I’m not a College Kid Anymore: Thoughts on Being a Dad in a College Town

Thanks to an understanding wife, I went for a solitary walk in downtown Lawrence. It’s the first evening I’ve had out downtown by myself in a while, and after talking this morning with some friends from out of town, I’m in a contemplative mood about my town and how I relate to it now.

I understood my relationship with my geography and activities better before I had a kid. Prior to Matty, I spent 20 years taking advantages of the amenities of a college kid’s life. The restaurants, bars, activities aimed at them were all things that overlapped at least somewhat with my life. Once Matty arrived, my notions of how to take advantage of where I live went out the window.

Having a child is isolating. You do what you can to get out and about with them, but kids go to bed early. The idea of being outside of our home past 7:30 PM is an ordeal, and often one that requires careful orchestration of babysitters, etc. It’s no coincidence that 95% of my socialization is now via board gaming. This is an easy pick-up hobby that can be participated in within earshot of a baby monitor. This works to give me some real world socialization, but when you work from home, sometimes you just get tired of staring at the walls of your own home.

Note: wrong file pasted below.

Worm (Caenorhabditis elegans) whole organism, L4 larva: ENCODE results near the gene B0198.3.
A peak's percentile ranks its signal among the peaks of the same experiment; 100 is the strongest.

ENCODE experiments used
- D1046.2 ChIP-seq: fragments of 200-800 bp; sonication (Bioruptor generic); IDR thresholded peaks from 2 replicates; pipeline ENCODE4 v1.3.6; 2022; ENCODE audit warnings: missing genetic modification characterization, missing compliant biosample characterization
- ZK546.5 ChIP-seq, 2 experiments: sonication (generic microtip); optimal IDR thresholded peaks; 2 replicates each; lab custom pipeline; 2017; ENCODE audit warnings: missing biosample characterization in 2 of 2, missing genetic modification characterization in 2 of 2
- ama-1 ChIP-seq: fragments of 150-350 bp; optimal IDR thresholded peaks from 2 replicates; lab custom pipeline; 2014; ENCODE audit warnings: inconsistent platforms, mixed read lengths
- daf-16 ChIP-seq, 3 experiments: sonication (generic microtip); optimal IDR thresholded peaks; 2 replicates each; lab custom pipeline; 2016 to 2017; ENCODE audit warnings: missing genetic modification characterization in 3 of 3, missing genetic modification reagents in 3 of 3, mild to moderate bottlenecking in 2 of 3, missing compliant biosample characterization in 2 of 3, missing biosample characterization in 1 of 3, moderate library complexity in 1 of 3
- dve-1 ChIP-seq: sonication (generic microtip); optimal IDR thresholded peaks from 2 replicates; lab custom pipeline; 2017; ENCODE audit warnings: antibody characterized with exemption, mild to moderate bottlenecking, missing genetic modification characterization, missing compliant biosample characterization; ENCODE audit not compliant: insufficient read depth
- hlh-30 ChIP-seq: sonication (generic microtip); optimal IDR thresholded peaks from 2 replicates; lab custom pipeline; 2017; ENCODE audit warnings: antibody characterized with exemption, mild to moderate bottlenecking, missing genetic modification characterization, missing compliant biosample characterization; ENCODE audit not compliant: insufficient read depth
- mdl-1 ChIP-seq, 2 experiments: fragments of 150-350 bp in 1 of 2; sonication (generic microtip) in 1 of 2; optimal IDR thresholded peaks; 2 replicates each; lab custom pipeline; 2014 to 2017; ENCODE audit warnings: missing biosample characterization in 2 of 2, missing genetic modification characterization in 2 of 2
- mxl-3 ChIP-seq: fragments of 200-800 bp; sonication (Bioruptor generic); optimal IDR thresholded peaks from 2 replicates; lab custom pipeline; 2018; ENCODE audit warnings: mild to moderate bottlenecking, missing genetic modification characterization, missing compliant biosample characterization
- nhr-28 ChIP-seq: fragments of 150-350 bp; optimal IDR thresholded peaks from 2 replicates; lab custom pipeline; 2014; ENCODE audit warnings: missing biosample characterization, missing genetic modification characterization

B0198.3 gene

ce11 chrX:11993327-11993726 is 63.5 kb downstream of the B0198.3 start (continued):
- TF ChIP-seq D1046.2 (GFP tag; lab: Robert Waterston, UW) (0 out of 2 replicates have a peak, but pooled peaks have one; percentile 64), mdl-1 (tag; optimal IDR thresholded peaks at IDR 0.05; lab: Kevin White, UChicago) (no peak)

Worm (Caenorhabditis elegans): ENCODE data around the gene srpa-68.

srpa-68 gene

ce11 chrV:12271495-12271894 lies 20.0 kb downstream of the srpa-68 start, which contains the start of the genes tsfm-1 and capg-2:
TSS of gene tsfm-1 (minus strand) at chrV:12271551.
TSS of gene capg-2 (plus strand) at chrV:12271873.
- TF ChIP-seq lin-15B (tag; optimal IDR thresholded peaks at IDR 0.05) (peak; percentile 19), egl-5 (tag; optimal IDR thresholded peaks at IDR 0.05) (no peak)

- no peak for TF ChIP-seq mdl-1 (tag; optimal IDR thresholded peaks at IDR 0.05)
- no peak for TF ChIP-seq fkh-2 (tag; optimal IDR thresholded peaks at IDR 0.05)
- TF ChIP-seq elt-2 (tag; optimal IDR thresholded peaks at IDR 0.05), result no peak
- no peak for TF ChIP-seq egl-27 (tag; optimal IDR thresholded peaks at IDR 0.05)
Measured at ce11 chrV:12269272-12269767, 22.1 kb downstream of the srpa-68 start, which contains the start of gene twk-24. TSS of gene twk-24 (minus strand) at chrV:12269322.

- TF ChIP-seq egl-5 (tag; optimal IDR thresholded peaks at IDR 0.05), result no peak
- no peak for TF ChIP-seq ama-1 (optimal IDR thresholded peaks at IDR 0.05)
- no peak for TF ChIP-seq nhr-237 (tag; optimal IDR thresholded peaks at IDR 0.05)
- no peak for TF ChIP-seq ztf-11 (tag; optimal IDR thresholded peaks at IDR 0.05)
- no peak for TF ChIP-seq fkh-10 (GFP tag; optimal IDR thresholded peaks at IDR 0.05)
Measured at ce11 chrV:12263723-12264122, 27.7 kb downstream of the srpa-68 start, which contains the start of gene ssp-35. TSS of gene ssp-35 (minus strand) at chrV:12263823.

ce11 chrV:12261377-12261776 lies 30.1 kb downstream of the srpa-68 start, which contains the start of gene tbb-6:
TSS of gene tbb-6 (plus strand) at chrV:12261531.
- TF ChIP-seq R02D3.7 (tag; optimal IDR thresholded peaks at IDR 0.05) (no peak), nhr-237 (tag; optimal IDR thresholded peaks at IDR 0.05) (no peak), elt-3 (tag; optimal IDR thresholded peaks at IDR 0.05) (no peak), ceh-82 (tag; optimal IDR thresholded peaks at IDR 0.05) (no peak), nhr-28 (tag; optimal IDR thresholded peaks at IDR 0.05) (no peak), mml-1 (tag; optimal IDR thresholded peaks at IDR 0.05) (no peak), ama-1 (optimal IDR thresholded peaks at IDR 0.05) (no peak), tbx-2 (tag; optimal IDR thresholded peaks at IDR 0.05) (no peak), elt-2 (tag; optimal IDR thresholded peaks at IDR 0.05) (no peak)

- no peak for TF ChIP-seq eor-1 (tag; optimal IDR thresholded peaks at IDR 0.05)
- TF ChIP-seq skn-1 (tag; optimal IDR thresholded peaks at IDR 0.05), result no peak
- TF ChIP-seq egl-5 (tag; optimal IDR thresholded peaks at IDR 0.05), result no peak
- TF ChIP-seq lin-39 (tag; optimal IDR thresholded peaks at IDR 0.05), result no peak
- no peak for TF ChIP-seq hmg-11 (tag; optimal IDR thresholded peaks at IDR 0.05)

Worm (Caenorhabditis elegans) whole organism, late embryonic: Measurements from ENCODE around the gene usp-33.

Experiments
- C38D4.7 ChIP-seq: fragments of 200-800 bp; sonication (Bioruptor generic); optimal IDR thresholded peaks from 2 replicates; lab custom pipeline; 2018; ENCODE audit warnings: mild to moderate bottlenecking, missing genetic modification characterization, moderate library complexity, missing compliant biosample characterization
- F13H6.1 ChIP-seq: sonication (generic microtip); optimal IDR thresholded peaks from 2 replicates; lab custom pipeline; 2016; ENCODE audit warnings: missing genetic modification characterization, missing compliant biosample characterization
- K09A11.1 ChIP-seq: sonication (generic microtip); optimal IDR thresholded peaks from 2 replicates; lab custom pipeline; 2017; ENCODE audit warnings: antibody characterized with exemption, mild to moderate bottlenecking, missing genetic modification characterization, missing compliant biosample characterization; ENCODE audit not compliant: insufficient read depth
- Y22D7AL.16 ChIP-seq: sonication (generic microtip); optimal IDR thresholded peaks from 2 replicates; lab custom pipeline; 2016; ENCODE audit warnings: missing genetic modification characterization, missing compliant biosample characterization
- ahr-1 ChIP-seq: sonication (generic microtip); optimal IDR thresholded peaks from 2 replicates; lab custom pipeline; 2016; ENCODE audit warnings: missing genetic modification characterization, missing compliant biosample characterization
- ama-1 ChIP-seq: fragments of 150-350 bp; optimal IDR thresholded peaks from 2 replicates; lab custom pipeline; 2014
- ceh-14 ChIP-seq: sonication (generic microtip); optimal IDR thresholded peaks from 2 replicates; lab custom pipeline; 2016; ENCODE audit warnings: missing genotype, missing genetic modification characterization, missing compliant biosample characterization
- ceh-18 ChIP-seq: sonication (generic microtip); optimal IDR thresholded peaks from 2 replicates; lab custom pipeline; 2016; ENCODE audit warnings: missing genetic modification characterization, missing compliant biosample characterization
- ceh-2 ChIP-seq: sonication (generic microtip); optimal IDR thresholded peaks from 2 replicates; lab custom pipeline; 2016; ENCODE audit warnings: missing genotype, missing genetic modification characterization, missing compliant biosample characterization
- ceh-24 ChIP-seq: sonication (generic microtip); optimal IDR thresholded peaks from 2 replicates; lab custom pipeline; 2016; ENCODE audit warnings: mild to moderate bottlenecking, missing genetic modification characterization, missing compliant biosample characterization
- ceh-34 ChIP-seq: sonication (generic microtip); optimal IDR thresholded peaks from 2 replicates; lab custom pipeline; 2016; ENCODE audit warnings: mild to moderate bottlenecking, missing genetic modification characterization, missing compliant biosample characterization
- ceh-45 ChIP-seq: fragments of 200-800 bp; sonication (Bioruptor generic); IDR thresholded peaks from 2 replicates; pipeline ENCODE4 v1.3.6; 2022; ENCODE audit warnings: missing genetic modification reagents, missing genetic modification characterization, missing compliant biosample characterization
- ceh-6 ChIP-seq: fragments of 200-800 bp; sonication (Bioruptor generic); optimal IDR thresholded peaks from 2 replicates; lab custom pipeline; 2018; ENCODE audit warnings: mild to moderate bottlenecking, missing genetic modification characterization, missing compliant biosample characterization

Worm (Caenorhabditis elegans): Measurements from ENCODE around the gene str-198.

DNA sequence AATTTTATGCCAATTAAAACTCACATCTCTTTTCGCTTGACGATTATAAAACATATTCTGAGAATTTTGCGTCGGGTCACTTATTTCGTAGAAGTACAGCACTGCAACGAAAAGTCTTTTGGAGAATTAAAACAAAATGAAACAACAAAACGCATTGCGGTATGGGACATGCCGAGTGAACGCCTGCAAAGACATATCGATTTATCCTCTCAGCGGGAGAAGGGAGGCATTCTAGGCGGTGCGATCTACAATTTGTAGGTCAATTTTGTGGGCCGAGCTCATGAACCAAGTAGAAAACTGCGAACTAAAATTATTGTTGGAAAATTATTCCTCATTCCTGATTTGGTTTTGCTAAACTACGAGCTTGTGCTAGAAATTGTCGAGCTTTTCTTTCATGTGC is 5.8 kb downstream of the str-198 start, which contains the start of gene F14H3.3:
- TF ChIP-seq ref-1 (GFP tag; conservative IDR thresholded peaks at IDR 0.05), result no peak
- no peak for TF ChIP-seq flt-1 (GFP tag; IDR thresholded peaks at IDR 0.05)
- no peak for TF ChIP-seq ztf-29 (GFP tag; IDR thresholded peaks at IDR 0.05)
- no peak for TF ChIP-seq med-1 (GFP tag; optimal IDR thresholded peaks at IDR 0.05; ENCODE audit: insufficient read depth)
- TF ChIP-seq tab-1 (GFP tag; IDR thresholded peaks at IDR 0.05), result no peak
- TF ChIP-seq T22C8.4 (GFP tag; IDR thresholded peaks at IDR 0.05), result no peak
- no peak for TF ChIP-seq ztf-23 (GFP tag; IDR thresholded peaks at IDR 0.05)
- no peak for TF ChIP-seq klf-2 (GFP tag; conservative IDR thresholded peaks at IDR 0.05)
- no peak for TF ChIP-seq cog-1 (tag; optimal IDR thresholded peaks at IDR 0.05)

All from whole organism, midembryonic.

I love being a Dad, and I adore my child. He provides me a lot of entertainment. Lawrence is a great town and I love it too, but I’m struggling to see what Lawrence offers for parents like me. I’ve had a tendency lately to blame the town, but it’s no fault of it; I think any town would like this to me now. There is a disconnect between what I am, a father of a young child, and what I used to be, a young no-child guy. It’s not Lawrence that is the problem. The problem is me, and the continuing life shift that has arrived on the coattails of parenthood. As far as problems go, it’s not a very big one, but it’s one that occupies my time right now.

I’d love to hear from others who became parents later in life, and how they adjusted to the lifestyle changes that go with it. How did you cope? What adjustments did you have to make?

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